3. Tom Perez
Secretary of Labor Tom Perez was barely confirmed to his current job, largely due to conservative objections to the steps he took to prevent federal housing discrimination and to protect voting rights while he served as the Justice Department’s top civil rights attorney. Indeed, it is likely that the only reason why Perez serves in President Obama’s cabinet today is that he was one of the seven nominees that was part of the last nuclear option standoff in July. If Democrats had not stood their ground and proved their willingness to change the filibuster rules, it’s difficult to imagine Republicans allowing Perez to be confirmed. Once the filibuster is gone, however, the GOP’s opinion will be irrelevant.
4. Dawn Johnsen
Indiana law Professor Dawn Johnsen was supposed to lead the Justice Department’s Office of Legal Counsel under President Obama, but she was filibustered due to her outspoken opposition to tactics such as torture, as well as her work earlier in her career defending abortion rights. She remains one of the most thoughtful civil libertarians in the progressive legal community, and would be an outstanding judge or justice in a world without a filibuster.
5. Debo Adegbile
Debo Adegbile is an expert on voting rights who served as a litigator for twelve years with the NAACP Legal Defense Fund, eventually rising to be it’s Acting President & Director-Counsel. Adegbile twice defended the Voting Rights Act before the Supreme Court, once successfully, the other time less so. He is the perfect candidate to author a Supreme Court opinion overruling the Roberts Court’s decision gutting this essential voting law, and to declare other voter suppression laws such as voter ID unconstitutional to boot.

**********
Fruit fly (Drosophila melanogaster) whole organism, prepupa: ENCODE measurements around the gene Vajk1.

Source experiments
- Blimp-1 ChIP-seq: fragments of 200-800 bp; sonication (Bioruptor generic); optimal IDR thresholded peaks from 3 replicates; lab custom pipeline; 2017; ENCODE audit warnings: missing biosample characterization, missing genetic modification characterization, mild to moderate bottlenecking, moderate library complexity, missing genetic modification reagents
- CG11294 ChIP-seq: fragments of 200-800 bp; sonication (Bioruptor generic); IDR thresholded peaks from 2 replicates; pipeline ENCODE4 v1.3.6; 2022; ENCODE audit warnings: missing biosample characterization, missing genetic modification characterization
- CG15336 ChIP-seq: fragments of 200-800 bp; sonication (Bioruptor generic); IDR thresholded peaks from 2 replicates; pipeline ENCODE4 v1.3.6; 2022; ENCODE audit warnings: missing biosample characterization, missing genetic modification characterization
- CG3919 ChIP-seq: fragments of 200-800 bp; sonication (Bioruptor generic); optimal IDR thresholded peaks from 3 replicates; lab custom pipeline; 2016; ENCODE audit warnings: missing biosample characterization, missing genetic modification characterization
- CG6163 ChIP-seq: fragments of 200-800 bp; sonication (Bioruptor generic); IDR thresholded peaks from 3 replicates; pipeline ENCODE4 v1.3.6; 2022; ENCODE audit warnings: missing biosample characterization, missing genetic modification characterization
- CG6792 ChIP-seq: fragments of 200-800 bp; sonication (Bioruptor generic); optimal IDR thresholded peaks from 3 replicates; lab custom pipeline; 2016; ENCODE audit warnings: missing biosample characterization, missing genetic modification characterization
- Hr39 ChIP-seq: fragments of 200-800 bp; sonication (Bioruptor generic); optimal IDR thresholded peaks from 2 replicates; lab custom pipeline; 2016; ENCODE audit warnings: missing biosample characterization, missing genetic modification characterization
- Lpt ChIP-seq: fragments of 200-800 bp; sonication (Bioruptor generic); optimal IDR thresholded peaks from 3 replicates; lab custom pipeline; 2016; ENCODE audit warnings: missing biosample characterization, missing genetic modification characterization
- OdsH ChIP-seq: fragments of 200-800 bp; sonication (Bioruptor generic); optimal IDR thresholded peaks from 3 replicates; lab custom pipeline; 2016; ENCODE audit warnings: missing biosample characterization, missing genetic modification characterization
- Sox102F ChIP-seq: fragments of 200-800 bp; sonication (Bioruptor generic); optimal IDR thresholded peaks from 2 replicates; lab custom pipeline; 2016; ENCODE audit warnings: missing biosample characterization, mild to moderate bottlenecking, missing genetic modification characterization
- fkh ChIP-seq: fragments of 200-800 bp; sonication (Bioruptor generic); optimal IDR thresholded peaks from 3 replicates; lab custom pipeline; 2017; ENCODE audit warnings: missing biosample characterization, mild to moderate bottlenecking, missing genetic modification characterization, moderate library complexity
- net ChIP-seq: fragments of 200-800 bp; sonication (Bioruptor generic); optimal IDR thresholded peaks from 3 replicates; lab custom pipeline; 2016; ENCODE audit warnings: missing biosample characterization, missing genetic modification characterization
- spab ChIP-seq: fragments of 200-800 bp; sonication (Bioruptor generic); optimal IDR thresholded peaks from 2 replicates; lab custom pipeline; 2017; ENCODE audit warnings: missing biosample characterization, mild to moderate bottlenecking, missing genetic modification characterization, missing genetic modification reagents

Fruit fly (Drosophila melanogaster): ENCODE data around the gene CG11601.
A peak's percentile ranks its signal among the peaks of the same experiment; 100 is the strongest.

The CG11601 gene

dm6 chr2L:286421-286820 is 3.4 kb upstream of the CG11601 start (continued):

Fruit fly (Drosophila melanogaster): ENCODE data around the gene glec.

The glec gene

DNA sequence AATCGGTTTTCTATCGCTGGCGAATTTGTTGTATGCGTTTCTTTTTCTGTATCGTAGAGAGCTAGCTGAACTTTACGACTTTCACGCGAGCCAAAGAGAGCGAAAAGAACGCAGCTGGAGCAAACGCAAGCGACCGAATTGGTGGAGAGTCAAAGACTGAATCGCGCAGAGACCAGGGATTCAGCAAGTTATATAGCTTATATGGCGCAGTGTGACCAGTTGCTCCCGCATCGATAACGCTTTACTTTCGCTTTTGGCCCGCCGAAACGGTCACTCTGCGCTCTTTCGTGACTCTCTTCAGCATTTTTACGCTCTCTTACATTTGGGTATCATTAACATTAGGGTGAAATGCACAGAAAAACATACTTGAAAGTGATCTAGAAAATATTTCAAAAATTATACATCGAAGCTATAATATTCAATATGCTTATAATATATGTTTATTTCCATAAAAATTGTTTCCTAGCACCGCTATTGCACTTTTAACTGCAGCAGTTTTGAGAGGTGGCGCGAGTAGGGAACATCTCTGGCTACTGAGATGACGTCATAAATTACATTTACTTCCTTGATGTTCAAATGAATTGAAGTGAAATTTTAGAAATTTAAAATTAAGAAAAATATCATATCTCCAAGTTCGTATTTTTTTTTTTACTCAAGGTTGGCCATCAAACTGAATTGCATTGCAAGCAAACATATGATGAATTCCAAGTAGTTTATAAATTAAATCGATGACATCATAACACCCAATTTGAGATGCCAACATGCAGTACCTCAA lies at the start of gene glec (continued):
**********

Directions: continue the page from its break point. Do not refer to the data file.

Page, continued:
In other words, Senate Republicans have a choice to make. They can either restore the détente that existed from July until yesterday afternoon, or they can continue to push their Democratic colleagues into a nuclear showdown. If they take the later path, they risk destroying a status quo that’s been very good for the GOP.
The filibuster proved almost completely useless when Republicans controlled the White House and the Senate. Yesterday’s opinion reinstating Texas’ anti-abortion laws was authored by a judge that Democrats tried — and failed — to filibuster. This morning, the D.C. Circuit handed down a decision saying religious employers can deny birth control coverage to their employees. The author of that opinion was also the subject of a failed Democratic filibuster. Justice Samuel Alito was one of the most anti-abortion judges in the country when he was successfully confirmed to the Supreme Court.
It is, of course, a massive oversimplification to reduce judicial politics to the narrow topic of reproductive freedom, but the fact remains that this issue — and abortion in particular — remains the most contentious and partisan matter facing the courts. And the filibuster was completely useless against Republicans seeking to place hardline conservatives on the bench.
So the GOP currently enjoys a world where their legal heroes can reach the highest pinnacles of the federal judiciary, while similarly-situated progressives languish behind filibusters or are never nominated at all. And now Republicans risk upending that world because they want even more.